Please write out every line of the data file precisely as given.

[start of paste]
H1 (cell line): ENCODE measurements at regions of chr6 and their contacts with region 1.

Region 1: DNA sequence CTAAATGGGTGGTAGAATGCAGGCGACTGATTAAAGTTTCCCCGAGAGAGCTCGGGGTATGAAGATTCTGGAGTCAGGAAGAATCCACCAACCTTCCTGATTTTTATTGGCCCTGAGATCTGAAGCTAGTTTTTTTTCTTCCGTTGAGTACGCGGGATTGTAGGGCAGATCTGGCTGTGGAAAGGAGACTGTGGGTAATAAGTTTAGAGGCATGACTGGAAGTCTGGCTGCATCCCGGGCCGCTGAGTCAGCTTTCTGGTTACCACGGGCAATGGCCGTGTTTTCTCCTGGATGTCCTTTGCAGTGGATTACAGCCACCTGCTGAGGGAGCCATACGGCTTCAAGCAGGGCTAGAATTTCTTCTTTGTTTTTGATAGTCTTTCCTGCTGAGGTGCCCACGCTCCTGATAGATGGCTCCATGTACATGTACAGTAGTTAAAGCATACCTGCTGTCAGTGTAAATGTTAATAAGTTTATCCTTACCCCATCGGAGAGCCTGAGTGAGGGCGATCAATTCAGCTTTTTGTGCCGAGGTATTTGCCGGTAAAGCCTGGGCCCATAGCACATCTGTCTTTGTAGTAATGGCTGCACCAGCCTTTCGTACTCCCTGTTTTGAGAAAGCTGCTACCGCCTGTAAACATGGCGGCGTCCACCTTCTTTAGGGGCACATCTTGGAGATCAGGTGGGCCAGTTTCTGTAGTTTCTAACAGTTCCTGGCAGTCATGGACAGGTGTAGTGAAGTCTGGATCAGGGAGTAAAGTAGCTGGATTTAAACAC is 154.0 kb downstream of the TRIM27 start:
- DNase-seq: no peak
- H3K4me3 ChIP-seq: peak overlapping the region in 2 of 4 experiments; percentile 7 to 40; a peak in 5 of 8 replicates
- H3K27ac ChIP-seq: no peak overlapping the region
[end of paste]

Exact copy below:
H1 (cell line): ENCODE measurements at regions of chr6 and their contacts with region 1.

Region 1: DNA sequence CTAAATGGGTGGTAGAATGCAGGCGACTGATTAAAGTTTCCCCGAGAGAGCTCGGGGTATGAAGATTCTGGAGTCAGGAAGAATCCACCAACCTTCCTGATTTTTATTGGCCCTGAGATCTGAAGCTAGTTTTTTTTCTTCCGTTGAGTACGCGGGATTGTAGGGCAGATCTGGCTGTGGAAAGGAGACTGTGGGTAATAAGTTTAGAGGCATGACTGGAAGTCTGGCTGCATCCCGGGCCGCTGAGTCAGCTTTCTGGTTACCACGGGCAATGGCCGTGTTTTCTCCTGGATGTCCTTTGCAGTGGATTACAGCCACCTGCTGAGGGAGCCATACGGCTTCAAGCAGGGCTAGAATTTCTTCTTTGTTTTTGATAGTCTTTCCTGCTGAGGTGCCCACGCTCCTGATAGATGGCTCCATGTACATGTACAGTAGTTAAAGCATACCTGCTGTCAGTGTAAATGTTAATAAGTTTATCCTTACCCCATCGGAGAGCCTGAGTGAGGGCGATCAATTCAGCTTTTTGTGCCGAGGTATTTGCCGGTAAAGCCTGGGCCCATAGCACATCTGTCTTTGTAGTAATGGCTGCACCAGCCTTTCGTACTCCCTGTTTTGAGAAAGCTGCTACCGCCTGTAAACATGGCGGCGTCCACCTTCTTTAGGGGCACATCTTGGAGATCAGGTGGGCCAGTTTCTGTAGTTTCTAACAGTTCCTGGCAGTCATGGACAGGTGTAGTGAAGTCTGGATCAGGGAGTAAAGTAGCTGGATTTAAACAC is 154.0 kb downstream of the TRIM27 start:
- DNase-seq: no peak
- H3K4me3 ChIP-seq: peak overlapping the region in 2 of 4 experiments; percentile 7 to 40; a peak in 5 of 8 replicates
- H3K27ac ChIP-seq: no peak overlapping the region